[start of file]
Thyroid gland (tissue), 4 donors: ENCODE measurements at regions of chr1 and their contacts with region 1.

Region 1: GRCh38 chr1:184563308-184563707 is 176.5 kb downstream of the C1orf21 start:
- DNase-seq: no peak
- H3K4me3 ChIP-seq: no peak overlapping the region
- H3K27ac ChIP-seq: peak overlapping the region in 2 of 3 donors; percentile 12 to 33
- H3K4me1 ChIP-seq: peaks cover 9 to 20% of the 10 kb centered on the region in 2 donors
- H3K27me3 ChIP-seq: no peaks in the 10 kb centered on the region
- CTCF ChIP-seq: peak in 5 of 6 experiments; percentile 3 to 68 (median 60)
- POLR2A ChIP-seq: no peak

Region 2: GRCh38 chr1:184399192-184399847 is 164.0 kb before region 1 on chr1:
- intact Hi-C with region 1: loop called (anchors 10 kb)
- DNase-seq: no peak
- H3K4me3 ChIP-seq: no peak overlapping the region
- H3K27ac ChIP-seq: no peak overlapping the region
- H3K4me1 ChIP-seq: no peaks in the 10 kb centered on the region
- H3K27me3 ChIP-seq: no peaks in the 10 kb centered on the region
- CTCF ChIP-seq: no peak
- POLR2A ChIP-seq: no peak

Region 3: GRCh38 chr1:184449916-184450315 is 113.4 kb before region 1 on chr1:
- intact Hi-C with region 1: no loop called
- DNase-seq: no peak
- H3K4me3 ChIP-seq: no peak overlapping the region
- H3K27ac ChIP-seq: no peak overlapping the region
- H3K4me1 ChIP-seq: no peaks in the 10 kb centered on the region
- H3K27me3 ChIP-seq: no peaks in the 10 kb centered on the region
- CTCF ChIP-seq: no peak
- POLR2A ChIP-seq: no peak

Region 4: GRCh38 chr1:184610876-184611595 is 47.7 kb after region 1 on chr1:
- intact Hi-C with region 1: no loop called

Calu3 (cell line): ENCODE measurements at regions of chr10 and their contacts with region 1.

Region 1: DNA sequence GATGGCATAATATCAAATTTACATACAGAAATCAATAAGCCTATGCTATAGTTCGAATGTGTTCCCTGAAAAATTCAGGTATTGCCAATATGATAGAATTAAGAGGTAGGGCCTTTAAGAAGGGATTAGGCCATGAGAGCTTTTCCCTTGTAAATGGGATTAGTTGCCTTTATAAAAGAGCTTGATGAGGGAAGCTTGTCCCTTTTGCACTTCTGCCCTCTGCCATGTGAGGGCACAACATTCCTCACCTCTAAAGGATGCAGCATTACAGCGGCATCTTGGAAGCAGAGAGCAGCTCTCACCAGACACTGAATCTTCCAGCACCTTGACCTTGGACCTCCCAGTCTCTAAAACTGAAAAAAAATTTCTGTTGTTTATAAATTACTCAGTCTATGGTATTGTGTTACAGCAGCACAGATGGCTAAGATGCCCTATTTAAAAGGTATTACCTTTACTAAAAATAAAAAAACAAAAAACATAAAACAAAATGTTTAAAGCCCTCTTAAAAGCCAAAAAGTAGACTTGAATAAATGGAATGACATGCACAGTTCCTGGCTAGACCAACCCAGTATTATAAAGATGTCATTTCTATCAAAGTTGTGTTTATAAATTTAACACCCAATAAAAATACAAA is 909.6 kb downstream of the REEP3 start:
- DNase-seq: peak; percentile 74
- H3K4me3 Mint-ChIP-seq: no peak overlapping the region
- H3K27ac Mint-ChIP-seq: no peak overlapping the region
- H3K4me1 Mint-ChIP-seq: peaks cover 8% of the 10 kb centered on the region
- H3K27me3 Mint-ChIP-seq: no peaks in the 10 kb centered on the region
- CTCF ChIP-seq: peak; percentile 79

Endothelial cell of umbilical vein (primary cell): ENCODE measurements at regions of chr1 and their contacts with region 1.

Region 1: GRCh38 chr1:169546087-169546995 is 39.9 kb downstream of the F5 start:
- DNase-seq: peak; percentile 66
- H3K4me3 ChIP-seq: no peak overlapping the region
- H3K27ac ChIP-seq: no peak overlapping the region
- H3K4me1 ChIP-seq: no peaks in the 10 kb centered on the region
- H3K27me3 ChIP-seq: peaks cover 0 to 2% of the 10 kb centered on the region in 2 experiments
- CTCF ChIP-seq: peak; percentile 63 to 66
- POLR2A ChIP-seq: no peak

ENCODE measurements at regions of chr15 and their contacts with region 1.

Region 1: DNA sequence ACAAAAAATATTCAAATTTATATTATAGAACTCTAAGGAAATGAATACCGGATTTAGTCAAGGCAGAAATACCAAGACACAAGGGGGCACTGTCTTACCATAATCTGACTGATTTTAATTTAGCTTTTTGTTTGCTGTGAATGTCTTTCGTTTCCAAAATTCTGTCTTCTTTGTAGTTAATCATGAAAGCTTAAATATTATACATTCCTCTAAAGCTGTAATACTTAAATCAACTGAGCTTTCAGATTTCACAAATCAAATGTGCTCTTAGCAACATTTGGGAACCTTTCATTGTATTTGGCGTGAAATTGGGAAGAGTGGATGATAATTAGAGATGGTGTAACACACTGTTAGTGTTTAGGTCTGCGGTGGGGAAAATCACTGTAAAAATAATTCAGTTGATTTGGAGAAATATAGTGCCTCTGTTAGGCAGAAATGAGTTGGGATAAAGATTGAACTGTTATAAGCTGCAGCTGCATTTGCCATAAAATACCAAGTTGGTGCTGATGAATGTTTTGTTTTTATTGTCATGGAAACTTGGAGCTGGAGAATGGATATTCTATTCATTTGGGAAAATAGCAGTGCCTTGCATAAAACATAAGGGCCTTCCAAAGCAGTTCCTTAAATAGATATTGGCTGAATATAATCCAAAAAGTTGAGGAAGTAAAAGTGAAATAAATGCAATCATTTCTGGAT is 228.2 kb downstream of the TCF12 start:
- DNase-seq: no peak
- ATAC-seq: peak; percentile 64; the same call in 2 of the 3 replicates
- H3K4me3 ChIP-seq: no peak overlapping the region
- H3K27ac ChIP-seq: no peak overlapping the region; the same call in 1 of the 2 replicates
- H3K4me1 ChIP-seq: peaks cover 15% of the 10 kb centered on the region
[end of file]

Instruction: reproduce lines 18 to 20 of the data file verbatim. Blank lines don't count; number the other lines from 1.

- POLR2A ChIP-seq: no peak

Region 3: GRCh38 chr1:184449916-184450315 is 113.4 kb before region 1 on chr1:
- intact Hi-C with region 1: no loop called